Watching water rise to the top edge of a toilet bowl is disconcerting to say the least. But in most cases the water will stop running before overflowing. Many toilet bowls are designed in such a way that they will usually hold the entire contents of the tank without overflowing. However, that's not true for all toilets. If you have a toilet that overflows the rim when the bowl is clogged there are a few things you can do to minimize the problem and save some water. You can't just lower the water level in the tank; you need to displace some of the water in the tank instead while still maintaining the height of the water level at the mark on the back wall of the tank.
Take a plastic bottle and add an inch or so of marbles or gravel before you fill the jar with water and replace the cap; a square two or three liter olive oil jug works great for an old toilet. Flush the toilet a few times to determine whether or not the toilet still flushes waste away. If not, try a smaller bottle or jug. This should work IF the water level in the bowl was at its normal height before the toilet was flushed, and the ballcock and flapper are working properly and shut off when the tank is full.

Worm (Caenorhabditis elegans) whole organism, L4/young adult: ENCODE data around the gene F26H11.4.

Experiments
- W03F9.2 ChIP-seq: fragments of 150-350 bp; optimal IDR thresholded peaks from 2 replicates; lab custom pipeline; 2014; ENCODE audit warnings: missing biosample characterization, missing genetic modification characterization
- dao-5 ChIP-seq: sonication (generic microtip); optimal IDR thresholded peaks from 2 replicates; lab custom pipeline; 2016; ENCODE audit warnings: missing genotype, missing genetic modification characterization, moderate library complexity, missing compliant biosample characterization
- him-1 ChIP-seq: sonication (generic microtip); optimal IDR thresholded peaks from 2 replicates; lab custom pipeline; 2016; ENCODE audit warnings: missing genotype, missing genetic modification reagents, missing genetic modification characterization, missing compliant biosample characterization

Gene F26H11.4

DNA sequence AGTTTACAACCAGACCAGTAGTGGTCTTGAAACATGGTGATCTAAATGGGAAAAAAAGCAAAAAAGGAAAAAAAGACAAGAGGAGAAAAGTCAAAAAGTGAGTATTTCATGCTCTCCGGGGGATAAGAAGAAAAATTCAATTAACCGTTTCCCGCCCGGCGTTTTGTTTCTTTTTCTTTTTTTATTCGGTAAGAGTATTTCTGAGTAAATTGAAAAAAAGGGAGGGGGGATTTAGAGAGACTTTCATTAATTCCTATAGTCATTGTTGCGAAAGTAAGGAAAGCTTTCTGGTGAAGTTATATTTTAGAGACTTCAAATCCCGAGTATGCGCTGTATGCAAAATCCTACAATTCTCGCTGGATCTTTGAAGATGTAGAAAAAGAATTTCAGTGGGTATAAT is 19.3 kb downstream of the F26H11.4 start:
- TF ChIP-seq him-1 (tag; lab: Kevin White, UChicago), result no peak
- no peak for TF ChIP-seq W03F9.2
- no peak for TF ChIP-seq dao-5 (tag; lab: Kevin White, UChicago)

Another step you can take is to adjust the amount of water that refills the bowl. The bowl is filled with the water that goes into the overflow pipe. The water runs as long as the ballcock is on and running. With a "Fill Cycle Diverter" you can adjust the amount of water going into the bowl and save some more water. This little diverter has four tubes so that you can cut the amount of water in half or three-forths. You need at least one tube going into the overflow pipe. The excess water will go into the tank and the tank will fill faster.
There is nothing precise about the above adjustments; trial and error is the name of the game.